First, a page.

Inouye immediately tried to enlist in the military, but was rejected with a draft classification 4C, which stood for “enemy alien,” unfit for duty, but after more than a year, the Army finally dropped its enlistment ban on Japanese-Americans. He quickly enlisted and volunteered for the storied 442nd Regimental Combat Team, a segregated Japanese-American combat unit that fought in southern France and Germany.
Promoted to sergeant in his first year, and after a major battle in the Vosges Mountains of France in the fall of 1944, Inouye received a battlefield commission to second lieutenant. During that offensive, he was hit by a German round right above his heart, but two silver dollars he had stacked in his shirt pocket stopped the bullet. He carried those coins with him through the rest of the war, but the worst was far from over.
On April 21, 1945, Inouye was near San Terenzo, Italy, leading his platoon on an attack on a mountain ridge against enemy troops who were guarding an important road junction when they were ambushed by three close-range machine guns. During the attack, he was shot in the stomach, but Inouye was undeterred and destroyed the first machine gun position by himself with grenades and gunfire. He and his squad then attacked the second machine gun nest, successfully destroying it. For the rest of the late Senator Daniel Inouye’s Medal of Honor story, please click here.
We come now to possibly the highest point of the 12 years Bill Prymak invested in producing the Amelia Earhart Society Newsletter (1989-2000) for his friends and fellow researchers. As we can see below, Prymak’s February 1993 newsletter trumpets the news that his friend Rollin Reineck had persuaded Sen. Inouye to write legislation that would, if approved and enacted, end 56 years of government denial and deceit, as reflected by Inouye’s letter to Reineck, followed by the bill that he would soon introduce.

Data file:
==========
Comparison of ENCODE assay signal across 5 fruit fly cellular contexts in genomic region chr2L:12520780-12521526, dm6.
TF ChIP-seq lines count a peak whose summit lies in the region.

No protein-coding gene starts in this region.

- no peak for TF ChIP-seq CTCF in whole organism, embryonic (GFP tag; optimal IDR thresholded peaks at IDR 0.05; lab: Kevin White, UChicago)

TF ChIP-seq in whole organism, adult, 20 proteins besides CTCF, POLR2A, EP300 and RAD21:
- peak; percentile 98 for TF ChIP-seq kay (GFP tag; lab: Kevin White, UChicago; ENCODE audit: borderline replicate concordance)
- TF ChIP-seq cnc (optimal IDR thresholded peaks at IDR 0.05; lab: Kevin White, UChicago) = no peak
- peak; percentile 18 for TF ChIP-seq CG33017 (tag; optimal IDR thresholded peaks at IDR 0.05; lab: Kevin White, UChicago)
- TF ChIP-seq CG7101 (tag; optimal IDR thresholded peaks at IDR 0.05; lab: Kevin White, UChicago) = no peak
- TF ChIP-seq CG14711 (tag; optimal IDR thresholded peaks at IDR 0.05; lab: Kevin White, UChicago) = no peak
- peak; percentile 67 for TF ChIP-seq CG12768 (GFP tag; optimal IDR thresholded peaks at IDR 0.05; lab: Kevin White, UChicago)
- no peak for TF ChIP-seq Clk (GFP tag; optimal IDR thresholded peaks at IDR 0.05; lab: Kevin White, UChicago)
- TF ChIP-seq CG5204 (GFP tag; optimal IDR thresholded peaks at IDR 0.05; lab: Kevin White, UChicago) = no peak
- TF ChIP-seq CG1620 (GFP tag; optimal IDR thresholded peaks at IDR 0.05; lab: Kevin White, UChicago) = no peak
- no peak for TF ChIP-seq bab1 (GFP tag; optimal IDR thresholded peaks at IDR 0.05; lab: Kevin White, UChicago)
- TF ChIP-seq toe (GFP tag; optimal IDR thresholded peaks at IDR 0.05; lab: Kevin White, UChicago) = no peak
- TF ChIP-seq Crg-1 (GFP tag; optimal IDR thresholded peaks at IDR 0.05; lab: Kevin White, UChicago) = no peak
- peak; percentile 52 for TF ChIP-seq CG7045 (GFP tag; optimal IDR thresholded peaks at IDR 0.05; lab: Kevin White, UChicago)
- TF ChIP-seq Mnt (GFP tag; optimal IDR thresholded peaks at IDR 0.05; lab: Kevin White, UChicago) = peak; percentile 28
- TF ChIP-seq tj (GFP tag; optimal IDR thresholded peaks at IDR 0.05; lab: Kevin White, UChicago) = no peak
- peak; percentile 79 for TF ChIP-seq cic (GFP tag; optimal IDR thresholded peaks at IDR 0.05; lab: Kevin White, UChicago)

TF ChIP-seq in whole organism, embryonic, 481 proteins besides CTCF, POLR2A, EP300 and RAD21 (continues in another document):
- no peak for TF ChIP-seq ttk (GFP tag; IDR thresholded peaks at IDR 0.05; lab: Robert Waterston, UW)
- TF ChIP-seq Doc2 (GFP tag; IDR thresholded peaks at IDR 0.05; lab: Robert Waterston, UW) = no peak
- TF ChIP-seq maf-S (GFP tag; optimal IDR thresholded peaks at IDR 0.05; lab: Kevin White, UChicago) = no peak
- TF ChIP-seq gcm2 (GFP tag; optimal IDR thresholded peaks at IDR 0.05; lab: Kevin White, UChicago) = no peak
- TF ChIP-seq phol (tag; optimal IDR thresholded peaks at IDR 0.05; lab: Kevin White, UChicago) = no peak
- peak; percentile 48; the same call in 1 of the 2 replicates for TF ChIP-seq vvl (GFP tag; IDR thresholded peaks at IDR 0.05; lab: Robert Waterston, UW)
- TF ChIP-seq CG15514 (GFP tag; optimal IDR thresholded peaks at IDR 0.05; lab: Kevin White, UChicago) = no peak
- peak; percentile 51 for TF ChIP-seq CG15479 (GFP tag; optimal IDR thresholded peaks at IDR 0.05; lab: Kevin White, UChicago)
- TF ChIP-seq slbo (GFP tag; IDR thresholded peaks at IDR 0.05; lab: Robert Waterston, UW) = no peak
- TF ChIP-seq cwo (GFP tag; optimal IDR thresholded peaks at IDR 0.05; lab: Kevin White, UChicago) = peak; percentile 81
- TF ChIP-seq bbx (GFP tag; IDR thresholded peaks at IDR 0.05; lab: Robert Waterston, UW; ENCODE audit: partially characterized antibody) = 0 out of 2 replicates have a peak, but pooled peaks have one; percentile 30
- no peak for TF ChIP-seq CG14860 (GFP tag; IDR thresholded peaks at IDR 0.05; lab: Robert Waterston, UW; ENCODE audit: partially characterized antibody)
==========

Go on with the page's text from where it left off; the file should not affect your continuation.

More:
Prymak’s closing comment: “The above, hopefully, will be the fruition of many years of hard, dedicated effort to break down the doors of the State Department, where the Colonel is certain that files on Amelia Earhart never seen before by the American people lay sequestered. Everybody owes him a debt of gratitude for his untiring efforts and perseverance in what we all hope will be a major breakthrough in the Earhart mystery. GOOD SHOW, COLONEL.”
Nothing more was ever heard of Inouye’s proposed bill, and the AES Newsletters are silent as well. Thus has been the fate of all efforts aimed at breaking through the stone wall erected by the U.S. government and its agencies that protects the secrets of the Earhart disappearance from the public. Even an important, highly placed U.S. senator’s actual proposed legislation was dead on arrival, with no chance of passage whatsoever.